“I want to come in there and produce or show that I can play. Show them that this quarantine didn’t affect me,” Keanaaina said. “I know that the Colorado altitude is going to help a little bit with the breathing and respiratory aspect.”

After Keanaaina signed to Notre Dame’s 2020 recruiting class last December, he received an informational manual that included nutritional guidance. He said he’s not worried about molding his body a certain way before arriving to South Bend.

But now Keanaaina’s aware of how his body will change in the coming years — and in a way that surprised him.

“I do not like vegetables that much. I never have really. So that part was a big wakeup call,” Keanaaina said. “But another thing that was really cool was seeing how much I have to be eating. They were like, ‘Oh yeah, you could probably be on a 4,000-calorie diet when you’re here.’ And I’m like, ‘What? How can you be on 4,000 calories? I thought it was only 2,000 or 3,000?’”

Limited length and athleticism were the popular critiques of Keanaaina during the recruiting process. Those knocks were the primary reasons why 247Sports provided Keanaaina a three-star rating, ranking him as the No. 56 defensive tackle in the class. Rivals differed, pegging Keanaaina as a four-star defensive tackle and ranking him No. 29 at the position.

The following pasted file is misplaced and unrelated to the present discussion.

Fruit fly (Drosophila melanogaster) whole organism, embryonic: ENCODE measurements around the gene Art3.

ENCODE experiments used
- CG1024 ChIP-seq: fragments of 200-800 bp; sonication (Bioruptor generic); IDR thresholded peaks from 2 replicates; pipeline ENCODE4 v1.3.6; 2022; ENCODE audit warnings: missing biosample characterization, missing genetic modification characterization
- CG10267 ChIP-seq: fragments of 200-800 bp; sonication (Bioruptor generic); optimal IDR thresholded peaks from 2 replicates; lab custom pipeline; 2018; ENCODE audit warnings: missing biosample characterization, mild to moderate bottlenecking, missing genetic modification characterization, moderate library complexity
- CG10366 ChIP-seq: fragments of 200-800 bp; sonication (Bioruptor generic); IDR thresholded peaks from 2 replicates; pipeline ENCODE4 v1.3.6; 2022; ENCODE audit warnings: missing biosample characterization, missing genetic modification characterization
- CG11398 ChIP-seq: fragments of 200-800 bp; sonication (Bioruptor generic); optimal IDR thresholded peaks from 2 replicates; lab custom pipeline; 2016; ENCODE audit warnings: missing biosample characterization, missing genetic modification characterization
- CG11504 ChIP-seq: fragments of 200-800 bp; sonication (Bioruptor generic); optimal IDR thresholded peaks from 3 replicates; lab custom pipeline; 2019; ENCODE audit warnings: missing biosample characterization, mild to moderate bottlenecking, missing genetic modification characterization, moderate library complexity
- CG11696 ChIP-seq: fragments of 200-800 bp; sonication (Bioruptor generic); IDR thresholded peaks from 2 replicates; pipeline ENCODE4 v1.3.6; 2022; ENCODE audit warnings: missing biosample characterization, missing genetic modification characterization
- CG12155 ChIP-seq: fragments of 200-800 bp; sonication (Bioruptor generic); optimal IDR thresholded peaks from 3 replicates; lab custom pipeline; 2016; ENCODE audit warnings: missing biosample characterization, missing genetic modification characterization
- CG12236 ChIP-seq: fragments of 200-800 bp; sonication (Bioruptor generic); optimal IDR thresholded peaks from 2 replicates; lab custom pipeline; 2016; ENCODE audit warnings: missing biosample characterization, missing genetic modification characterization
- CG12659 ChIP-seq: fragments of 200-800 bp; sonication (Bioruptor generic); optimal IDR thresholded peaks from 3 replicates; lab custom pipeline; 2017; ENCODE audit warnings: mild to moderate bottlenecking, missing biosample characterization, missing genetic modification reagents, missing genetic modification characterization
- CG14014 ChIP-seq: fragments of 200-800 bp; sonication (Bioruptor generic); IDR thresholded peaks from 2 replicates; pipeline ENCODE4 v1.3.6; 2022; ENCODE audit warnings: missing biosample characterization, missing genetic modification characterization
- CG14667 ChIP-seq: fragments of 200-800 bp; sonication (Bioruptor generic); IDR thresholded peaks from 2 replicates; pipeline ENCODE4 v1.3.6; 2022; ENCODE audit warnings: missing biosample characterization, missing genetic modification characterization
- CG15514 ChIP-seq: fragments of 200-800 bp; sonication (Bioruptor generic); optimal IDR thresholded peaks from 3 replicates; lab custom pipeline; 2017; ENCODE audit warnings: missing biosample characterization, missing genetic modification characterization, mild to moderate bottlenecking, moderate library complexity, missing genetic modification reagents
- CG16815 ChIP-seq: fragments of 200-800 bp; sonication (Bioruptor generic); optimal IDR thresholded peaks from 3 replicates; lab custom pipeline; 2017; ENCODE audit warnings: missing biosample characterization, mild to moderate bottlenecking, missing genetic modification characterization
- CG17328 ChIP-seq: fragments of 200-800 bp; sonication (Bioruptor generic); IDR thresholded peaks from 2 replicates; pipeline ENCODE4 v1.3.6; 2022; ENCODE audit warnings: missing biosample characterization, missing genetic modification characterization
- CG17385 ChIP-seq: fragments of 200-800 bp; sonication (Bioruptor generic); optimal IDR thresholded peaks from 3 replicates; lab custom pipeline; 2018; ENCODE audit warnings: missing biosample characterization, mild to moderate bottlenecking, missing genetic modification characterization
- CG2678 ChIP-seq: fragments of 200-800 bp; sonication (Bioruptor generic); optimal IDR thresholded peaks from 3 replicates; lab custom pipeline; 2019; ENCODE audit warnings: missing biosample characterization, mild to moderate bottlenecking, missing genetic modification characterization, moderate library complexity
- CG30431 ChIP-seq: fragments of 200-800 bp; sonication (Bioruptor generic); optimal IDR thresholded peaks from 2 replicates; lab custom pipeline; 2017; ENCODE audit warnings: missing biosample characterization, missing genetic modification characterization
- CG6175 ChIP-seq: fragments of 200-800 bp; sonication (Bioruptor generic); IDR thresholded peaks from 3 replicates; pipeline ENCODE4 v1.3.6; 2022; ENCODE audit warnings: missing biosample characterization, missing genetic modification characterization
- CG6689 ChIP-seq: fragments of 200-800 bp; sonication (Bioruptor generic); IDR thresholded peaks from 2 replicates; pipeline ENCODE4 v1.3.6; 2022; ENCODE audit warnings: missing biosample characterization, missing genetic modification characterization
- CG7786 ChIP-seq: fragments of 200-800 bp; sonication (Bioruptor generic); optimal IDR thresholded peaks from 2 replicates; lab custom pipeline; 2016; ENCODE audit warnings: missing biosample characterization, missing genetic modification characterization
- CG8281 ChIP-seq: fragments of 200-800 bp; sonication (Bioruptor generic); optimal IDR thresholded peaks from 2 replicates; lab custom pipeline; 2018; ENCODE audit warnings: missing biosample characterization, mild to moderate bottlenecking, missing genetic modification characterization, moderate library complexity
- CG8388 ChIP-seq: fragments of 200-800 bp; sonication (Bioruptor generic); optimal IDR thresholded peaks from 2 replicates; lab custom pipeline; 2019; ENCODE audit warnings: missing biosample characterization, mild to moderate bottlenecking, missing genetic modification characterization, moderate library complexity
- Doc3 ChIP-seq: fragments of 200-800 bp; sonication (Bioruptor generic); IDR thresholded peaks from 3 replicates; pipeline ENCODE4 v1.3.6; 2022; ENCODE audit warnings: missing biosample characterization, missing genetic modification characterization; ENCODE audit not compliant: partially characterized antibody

Steve Wiltfong, 247Sports’ director of recruiting, understands Keanaaina’s upside and said he might be the most underrated member of Notre Dame’s signing class.

“I think he could plug the middle and be a solid pickup for Notre Dame,” Wiltfong told the Tribune in February. “I see why people had him as a four-star. He has a chance to be a guy on the interior who is very disruptive for (assistant coach) Mike Elston and his defensive line.”

What encourages Wiltfong and others is their belief that Keanaaina demonstrates advanced technique. Mullen features Keanaaina all across its defensive line. He totaled 77 tackles, 13 tackles for a loss, four sacks, seven quarterback hurries, eight forced fumbles, two fumble recoveries and a blocked field goal in 10 games last season.